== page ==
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India’s Cape Town Convention Bill – Will It End Lessors’ Woes?

By: Ramesh Vaidyanathan and Mansi Singh

At a diplomatic conference held in Cape Town in November, 2001, the Convention on International Interests in Mobile Equipment (the “Convention”) and the Protocol to the Convention on Matters Specific to Aircraft Equipment (the “Protocol”) were passed. The principal objectives of the Convention and the Protocol were to standardise transactions involving movable property. The Convention/Protocol enables the owners/lessors of aircraft to deregister and export their aircraft from the jurisdiction of the operator by submitting certain pre-recorded documents, and without the need for any subsequent reference to the lessee/operators. By the implementation of the Convention/Protocol, countries intend to achieve efficient financing of high value mobile equipment like airframes and engines, which in turn reduces the operating costs of the airlines and makes flying more affordable.

India – Status Check

According to the CAPA fleet database, there are 652 commercial aircrafts with operators in India as of October 2018 (including 34 in storage). Of these, 531 aircraft are leased, which is 81% of the total. This compares with a leased aircraft share of 52% in Asia and 53% globally. While leased aircraft have dominated Indian skies for a long time, the lessors have been increasingly wary of Indian markets after the Kingfisher and SpiceJet fiascos. The continued delays in de-registering Kingfisher operated aircraft since it suspended operations in 2012 created an impression that India is not serious about the Convention/Protocol. There were reports that some lessors threatened to withdraw from the Indian market entirely or at least attach a higher risk premium to the market amid concerns that they will continue to face challenges in recovering their assets in a default situation.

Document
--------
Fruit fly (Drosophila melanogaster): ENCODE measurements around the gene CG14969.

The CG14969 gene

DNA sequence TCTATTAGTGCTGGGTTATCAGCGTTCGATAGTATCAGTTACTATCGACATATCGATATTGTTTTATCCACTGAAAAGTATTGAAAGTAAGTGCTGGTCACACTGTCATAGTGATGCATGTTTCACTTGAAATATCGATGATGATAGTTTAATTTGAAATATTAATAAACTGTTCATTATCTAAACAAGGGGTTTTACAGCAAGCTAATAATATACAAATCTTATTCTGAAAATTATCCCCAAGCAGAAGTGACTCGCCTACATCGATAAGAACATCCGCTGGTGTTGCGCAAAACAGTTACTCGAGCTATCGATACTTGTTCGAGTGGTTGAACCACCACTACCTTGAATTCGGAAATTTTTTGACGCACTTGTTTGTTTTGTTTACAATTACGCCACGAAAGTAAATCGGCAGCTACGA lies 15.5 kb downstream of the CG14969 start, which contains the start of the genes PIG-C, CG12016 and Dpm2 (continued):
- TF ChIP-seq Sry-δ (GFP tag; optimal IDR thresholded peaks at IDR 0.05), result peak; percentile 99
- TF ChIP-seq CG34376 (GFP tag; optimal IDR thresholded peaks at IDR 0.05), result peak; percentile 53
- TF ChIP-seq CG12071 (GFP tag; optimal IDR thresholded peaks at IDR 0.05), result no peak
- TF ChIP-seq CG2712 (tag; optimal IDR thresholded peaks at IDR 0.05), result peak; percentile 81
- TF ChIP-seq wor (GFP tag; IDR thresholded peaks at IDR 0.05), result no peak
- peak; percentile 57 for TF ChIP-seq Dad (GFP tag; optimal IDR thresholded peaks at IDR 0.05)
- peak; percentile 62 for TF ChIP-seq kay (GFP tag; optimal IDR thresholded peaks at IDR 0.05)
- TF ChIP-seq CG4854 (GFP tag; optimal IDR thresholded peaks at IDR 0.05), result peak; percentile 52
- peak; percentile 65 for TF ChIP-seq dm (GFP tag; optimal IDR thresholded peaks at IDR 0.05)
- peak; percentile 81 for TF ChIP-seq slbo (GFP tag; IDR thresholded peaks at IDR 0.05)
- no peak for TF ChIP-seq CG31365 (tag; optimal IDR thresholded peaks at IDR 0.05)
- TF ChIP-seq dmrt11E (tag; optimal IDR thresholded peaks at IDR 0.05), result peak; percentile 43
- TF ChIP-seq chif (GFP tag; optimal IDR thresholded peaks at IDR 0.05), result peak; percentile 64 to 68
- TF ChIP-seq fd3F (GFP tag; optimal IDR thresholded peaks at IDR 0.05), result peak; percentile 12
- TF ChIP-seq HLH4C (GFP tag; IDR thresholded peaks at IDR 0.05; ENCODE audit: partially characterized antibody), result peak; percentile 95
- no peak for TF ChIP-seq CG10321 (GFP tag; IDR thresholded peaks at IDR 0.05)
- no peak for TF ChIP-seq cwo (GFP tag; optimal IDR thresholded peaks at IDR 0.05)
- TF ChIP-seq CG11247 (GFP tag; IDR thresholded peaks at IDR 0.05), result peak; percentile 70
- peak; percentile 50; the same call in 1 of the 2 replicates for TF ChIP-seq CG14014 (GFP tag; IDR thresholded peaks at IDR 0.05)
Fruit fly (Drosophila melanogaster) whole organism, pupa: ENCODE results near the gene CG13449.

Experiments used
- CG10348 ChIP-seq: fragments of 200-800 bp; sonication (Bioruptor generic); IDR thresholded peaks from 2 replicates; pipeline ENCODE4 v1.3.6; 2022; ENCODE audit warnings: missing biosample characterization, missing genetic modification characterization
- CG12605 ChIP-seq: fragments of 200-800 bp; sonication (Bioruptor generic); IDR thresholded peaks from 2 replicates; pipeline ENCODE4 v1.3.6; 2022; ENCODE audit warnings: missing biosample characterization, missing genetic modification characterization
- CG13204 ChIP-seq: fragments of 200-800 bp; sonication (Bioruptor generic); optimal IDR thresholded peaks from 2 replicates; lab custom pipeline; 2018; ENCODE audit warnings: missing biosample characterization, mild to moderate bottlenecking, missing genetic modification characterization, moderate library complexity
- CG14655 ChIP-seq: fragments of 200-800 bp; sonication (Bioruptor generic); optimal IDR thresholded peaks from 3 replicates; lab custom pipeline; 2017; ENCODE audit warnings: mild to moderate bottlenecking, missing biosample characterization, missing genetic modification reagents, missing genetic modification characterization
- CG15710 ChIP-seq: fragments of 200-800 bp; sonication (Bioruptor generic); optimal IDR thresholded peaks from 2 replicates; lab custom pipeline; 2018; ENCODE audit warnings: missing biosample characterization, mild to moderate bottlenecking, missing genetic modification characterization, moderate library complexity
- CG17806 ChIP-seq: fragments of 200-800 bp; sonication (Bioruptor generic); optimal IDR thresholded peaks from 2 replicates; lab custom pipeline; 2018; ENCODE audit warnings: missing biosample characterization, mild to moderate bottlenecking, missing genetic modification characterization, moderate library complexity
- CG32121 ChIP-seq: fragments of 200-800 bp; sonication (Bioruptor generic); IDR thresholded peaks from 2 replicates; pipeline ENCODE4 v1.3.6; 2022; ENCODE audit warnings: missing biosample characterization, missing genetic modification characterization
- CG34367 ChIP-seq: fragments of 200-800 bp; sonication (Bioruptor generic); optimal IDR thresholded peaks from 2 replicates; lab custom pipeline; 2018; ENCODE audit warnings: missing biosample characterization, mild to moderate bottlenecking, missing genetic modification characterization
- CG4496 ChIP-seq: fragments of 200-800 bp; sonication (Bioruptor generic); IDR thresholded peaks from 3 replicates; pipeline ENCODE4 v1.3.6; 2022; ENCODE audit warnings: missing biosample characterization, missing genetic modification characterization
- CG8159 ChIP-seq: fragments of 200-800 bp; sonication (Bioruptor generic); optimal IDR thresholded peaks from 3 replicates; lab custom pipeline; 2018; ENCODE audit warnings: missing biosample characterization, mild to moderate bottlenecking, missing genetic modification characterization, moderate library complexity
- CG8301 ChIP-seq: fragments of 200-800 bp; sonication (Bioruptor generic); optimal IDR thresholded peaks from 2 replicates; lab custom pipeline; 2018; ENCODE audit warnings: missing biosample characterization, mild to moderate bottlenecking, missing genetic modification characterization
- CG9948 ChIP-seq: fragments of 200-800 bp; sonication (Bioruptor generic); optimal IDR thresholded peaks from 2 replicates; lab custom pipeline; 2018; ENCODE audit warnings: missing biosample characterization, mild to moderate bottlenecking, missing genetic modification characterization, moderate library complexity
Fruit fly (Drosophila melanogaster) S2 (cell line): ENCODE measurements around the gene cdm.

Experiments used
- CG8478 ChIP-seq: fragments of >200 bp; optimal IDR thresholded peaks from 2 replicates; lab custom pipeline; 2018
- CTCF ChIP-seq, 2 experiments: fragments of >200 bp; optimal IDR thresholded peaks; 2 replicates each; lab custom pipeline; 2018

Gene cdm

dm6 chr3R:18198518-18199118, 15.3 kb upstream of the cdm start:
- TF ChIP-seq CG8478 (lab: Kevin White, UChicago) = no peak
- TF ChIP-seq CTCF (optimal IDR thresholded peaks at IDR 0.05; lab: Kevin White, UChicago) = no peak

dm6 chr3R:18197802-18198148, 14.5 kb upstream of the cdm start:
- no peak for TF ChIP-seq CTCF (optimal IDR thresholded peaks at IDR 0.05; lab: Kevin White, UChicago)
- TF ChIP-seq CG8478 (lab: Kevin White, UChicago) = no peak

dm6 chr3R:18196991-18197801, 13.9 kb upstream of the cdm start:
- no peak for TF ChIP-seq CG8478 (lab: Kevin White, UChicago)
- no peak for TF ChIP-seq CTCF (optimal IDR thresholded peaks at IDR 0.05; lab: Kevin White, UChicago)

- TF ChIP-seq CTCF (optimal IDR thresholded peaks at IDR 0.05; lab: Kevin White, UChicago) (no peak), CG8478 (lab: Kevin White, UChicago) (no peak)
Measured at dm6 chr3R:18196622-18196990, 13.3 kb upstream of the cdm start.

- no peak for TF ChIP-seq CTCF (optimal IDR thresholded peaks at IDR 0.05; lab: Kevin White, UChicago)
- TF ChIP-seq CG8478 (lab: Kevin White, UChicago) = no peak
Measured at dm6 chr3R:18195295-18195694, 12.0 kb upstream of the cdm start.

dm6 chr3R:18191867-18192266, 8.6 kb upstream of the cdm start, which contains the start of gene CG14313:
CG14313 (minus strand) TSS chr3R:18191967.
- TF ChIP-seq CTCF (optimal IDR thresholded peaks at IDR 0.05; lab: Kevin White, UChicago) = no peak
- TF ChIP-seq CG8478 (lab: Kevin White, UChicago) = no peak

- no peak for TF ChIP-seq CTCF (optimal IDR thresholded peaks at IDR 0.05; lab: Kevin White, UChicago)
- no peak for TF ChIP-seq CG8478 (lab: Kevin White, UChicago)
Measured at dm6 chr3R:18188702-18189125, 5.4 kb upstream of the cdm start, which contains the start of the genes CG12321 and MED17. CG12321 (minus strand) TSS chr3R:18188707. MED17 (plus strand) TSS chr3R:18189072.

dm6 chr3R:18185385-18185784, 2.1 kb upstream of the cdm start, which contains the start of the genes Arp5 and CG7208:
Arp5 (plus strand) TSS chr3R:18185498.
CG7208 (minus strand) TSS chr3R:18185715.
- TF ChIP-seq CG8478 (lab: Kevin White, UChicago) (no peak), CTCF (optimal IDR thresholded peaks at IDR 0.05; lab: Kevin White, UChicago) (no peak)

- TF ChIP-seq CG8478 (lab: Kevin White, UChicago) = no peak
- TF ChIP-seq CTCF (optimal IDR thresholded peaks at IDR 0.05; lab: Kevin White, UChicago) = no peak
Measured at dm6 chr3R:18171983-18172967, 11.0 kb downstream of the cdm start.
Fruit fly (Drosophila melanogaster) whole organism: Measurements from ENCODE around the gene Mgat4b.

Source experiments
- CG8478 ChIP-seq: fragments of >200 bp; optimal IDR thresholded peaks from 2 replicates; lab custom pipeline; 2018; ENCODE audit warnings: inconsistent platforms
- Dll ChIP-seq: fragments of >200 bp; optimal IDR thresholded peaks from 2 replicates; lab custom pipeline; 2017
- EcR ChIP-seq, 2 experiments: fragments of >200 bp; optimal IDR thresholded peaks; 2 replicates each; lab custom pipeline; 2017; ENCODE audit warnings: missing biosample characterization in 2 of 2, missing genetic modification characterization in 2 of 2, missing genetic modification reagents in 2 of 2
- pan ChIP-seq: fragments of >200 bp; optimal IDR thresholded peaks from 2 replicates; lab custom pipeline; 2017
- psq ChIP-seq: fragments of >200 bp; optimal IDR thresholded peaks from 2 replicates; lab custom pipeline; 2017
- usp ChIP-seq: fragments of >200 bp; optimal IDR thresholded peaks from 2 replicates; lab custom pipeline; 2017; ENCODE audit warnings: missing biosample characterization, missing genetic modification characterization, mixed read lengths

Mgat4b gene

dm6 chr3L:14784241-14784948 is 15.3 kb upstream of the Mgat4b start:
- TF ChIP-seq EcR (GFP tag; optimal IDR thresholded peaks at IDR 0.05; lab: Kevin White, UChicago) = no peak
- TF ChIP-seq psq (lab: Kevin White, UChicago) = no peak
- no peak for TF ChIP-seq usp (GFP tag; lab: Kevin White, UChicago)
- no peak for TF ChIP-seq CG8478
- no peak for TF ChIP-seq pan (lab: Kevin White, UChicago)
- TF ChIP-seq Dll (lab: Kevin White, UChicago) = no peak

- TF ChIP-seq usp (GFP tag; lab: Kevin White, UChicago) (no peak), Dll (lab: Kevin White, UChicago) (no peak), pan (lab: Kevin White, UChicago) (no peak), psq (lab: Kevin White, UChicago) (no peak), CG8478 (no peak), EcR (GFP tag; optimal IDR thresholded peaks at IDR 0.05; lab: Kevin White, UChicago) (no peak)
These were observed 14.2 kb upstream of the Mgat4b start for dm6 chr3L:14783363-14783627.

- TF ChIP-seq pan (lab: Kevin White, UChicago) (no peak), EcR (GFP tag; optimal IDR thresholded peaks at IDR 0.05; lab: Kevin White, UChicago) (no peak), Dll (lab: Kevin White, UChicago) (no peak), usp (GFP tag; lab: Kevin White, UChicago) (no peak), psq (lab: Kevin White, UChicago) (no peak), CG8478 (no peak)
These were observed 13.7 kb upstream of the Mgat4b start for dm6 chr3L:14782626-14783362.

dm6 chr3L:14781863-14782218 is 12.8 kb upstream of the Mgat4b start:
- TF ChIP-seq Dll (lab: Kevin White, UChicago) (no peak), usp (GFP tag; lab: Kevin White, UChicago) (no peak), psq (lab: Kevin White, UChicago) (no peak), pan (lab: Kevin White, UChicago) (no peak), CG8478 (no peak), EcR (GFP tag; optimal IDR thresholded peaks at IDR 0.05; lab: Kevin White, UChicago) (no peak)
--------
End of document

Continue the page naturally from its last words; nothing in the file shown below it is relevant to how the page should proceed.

India acceded to the Cape Town Convention/Protocol in 2008 and the Ministry of Civil Aviation (“MCA”) made changes to the Aircraft Rules, 1937 (“Aircraft Rules”) to provide for the deregistration and export of aircraft as per the Convention/Protocol. Despite the amendments, certain provisions of the Convention/Protocol continued to be in conflict with other Indian laws that fell outside the powers of the MCA such as the Civil Procedure Code, 1908, the Specific Relief Act, 1963, the Companies Act, 2013 and the recently enacted Insolvency and Bankruptcy Code, 2016 (“IBC”). For example, there is no clarity on whether an owner/lessor can deregister and export the aircraft from India once an insolvency resolution process is initiated against the airline and the statutory moratorium comes into effect.

The Cape Town Convention Bill, 2018

Taking note of the conflicting provisions of the Convention/Protocol with other Indian laws, the MCA introduced the Cape Town Convention Bill, 2018 (“Bill”) in October 2018 to enable the stakeholders to avail the full benefit of India’s accession to the Convention and Protocol. The Bill is yet to clear the two houses of Parliament and receive the assent of the President. The Bill contains a non-obstante clause to accord primacy to the provisions of the Convention/Protocol in case of conflict with any other Indian legislation.

Having said that, the presence of a non-obstante clause in the Bill may not help completely as some of the existing Indian legislations contain similar provisions granting overriding effect to such legislations in case of a conflict with other Indian laws. One such legislation is the IBC. This may be a concern for the lessors as the provisions of IBC conflict with the Convention/Protocol and re-possession of aircraft may pose a challenge in case insolvency proceedings are initiated and the moratorium begins to run.

Conclusion

Despite some of the concerns mentioned above, the proposed law is expected to provide greater confidence to financial institutions involved in asset-based financing and leasing transactions in India as the risk of the aircraft not being deregistered immediately should significantly reduce. The Organisation for Economic Cooperation and Development (OECD) has set a norm that ten percent discount will be given in the processing fee for a loan to acquire aircraft to airlines of any country that is party to the Convention/Protocol, provided that an implementing legislation has been passed by that country.

Once implemented, the law may provide a new lease of life to airlines in India, most of which have been struggling to stay afloat owing to the lethal combination of rising fuel prices and the depreciating rupee. Not just the lessors and the airlines but even the passengers are likely to benefit as the reduced financing costs and lease rentals are expected to be passed on to the passengers.

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